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Director, OpenShift Strategy at Red Hat. Founder of Rishidot Research, a research community focused on services world. His focus is on Platform Services, Infrastructure and the role of Open Source in the services era. Krish has been writing @ CloudAve from its inception and had also been part of GigaOm Pro Analyst Group. The opinions expressed here are his own and are neither representative of his employer, Red Hat, nor CloudAve, nor its sponsors.

6 responses to “Understanding VMware vShield Endpoint And Agentless Malware Protection”

  1. Daniel Schrader

    I’m less impressed by vShield. The problem is that it is just what you said, “… a library and APIs for integrating partner security appliances that can introspect into file activity at the hypervisor layer.”

    You see, this is only about file level security. Look at any decent endpoint protection product – and you will see layers of protection including packet inspection, real-time behavioral analysis, HIPS, device control, application control, sandboxing . . .

    vShield doesn’t allow for any of the non-file based security. Sure, Trend claims to support it – but has anyone tested if they detect anything? No, their solution has not been certified by Virus Bulletin, av-comparatives.org, av-test.org . . . . in fact the only recent test of their detection that I know of is from PC Magazine – and it wasn’t pretty and it wasn’t of of their far more limited VMware product.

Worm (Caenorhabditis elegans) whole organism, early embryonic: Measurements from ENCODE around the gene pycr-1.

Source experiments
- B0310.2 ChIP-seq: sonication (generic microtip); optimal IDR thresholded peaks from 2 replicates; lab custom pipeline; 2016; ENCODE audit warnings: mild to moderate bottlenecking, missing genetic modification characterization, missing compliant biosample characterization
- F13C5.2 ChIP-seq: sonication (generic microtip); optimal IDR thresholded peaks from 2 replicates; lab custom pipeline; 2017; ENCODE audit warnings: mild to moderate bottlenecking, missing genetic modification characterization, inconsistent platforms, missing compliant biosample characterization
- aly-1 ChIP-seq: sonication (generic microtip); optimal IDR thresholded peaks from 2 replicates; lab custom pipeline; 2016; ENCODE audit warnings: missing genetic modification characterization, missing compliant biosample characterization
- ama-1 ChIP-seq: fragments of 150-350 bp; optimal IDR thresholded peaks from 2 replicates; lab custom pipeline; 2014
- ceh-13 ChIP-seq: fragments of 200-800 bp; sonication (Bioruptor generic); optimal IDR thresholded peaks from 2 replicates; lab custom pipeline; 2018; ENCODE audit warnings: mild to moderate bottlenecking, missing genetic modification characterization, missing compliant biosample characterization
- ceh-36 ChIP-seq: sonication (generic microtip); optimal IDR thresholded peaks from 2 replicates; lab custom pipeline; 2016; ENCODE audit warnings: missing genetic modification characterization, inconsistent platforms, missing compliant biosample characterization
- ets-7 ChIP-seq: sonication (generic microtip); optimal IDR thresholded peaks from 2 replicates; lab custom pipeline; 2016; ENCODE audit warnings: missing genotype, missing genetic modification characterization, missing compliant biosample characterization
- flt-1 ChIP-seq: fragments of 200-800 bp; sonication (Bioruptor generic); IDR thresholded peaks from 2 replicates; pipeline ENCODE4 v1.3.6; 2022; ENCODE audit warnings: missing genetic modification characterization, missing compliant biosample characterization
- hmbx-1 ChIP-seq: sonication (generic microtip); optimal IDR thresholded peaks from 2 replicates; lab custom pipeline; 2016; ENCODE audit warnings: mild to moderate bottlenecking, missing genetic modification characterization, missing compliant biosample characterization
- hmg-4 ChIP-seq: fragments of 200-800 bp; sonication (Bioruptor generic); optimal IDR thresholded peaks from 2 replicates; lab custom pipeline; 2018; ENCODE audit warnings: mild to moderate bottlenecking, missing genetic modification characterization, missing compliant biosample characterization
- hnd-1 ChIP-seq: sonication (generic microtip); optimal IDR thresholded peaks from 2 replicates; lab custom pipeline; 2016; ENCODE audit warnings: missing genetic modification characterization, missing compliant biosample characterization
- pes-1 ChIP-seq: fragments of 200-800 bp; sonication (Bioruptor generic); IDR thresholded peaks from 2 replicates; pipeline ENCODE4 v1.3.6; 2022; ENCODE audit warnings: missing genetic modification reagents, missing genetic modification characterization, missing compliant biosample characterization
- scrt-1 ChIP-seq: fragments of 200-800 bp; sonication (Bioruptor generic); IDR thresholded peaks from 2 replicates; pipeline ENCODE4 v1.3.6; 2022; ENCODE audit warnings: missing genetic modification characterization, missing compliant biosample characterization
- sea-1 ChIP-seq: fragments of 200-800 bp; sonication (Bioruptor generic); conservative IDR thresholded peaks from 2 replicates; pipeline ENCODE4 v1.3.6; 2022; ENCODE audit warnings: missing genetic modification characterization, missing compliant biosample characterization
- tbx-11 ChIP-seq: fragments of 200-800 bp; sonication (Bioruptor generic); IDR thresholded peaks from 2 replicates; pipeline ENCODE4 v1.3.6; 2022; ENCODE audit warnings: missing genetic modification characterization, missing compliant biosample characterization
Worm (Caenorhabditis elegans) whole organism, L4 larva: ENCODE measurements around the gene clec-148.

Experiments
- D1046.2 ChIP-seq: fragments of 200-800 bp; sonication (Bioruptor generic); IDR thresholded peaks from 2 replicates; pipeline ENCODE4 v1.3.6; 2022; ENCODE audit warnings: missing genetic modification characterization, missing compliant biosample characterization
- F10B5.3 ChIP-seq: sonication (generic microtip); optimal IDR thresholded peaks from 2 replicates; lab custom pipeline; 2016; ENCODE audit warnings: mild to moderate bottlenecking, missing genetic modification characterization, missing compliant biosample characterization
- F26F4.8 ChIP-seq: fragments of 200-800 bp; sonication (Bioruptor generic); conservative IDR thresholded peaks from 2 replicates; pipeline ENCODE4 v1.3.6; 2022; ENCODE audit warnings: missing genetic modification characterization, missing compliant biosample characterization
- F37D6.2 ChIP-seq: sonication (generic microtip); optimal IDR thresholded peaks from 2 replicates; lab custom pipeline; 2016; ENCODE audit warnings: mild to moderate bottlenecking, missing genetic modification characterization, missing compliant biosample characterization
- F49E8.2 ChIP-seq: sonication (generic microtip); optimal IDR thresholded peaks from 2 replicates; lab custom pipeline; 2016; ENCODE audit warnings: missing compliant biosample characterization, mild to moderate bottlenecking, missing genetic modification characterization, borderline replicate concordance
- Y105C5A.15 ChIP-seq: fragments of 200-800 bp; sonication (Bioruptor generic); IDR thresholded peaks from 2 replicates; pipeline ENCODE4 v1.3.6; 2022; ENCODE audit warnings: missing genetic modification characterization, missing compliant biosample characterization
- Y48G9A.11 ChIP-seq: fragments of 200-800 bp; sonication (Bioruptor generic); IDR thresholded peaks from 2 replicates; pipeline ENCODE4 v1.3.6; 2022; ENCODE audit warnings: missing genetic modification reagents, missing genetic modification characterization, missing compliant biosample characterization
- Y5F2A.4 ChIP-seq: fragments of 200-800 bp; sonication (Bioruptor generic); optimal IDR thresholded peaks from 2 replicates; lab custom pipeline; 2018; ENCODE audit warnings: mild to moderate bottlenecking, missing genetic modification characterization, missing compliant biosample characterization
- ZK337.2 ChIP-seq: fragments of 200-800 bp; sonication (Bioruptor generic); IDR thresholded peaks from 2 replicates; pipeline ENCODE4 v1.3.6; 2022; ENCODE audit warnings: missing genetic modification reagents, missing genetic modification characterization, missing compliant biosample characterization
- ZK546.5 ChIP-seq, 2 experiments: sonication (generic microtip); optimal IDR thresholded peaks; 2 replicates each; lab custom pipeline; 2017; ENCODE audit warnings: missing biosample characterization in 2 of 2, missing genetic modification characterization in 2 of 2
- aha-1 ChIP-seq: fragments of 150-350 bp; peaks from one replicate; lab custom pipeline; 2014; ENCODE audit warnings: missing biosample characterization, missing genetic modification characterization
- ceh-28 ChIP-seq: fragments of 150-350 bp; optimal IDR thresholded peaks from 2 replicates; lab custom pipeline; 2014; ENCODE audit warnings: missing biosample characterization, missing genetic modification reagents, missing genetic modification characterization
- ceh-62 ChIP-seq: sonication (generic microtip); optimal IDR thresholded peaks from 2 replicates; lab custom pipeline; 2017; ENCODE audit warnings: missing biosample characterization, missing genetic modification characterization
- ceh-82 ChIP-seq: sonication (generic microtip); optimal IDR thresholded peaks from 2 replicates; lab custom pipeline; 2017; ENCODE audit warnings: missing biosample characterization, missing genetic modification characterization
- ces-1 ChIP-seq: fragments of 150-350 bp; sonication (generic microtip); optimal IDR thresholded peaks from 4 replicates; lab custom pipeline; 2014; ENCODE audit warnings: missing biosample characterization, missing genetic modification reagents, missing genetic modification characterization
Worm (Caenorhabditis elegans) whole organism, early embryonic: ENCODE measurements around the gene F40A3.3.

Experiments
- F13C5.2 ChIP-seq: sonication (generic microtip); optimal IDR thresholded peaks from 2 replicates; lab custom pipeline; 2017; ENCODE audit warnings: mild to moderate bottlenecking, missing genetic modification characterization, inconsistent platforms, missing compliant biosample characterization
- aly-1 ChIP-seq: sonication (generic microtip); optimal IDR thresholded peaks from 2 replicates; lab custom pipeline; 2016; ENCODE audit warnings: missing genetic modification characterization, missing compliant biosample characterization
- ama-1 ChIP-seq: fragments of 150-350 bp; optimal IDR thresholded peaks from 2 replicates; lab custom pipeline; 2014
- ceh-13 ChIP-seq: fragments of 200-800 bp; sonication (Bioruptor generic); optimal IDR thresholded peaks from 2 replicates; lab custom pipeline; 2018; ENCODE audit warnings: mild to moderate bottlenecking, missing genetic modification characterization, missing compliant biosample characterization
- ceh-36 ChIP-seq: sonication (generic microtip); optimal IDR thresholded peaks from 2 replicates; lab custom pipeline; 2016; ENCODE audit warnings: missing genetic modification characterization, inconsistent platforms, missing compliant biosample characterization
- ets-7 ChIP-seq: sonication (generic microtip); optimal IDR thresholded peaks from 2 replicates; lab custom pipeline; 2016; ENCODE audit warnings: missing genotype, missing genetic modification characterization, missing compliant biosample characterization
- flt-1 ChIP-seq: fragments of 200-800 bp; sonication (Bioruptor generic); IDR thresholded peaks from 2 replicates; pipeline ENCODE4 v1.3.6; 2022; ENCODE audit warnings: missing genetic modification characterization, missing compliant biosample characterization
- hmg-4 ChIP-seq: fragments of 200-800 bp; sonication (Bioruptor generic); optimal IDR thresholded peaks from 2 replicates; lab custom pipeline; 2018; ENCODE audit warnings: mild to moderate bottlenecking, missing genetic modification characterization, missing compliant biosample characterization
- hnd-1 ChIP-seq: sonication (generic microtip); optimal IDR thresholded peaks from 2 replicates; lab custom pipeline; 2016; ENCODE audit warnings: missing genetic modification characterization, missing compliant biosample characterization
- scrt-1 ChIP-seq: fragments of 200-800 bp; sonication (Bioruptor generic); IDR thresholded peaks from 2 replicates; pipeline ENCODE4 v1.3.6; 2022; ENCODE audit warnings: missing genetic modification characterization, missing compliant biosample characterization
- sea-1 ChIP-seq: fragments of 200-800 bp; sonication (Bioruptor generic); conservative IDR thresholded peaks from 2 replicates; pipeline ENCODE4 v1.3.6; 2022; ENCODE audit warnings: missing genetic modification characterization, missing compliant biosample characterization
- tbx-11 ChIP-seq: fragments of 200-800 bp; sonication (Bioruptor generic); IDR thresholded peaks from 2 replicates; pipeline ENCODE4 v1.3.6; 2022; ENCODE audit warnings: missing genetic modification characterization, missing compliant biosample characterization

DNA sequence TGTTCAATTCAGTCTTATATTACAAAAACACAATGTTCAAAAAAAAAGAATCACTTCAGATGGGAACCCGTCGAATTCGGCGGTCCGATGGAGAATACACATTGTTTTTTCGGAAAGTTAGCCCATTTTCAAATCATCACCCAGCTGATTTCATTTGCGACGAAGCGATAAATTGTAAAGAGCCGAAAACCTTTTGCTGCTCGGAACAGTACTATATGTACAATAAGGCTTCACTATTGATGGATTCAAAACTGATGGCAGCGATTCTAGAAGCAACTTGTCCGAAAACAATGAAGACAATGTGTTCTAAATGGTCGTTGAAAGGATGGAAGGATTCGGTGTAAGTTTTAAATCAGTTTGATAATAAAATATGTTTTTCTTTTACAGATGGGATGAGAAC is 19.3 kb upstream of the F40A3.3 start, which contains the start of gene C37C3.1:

vShield isn’t ready for prime-time.

  2. Dennis

    If you look deeper and see what exactly is needed to be installed on each VM, you can see file system filter driver called “Antivirus”. This is what is installed at each VM. So, basically I do not see any difference between agentfull and agentless AV in this very case. And, if you look at the overall scheme, you can see that vShield Endpoint makes it easier just to maintain the databases. Nothing else is not improved. This filter driver is really EASY to overcome by any more or less modern virus or rootkit, as it is plain file system filter driver, nothing sophisticated.
    In general, I would be much more interested in real agentless solution, which is NOT depending on anything installed inside the VM, thus, not possible to circumvent from inside the VM.
    Unfortunately, nothing similar exists at the market.


    Dennis.

  3. anonymous

    >>>Next week, I will build upon this and talk about how Trend Micro tapped into
    >>>vShield Endpoint to offer powerful malware protection without “any” impact
    >>>on the performance.
    Couldn’t find ‘next week’ post, have you finished it yet? The topic is very exciting.
    By the way, it Endpoint API documented? I think, it could be interesting to try it out and build smth.

  4. Andy Seal

    Looking forward to the followup to this post.

  5. xiaohua

    hi,I know that trend micro use VMsafe API to integrete antivirus ability in vmware vitirual mathines.but i can not understand what is VMware vShield Endpoint different from VMsafe API.and how does trend use VMsafe API togeter with vShield Endpoint to give strong secure ability?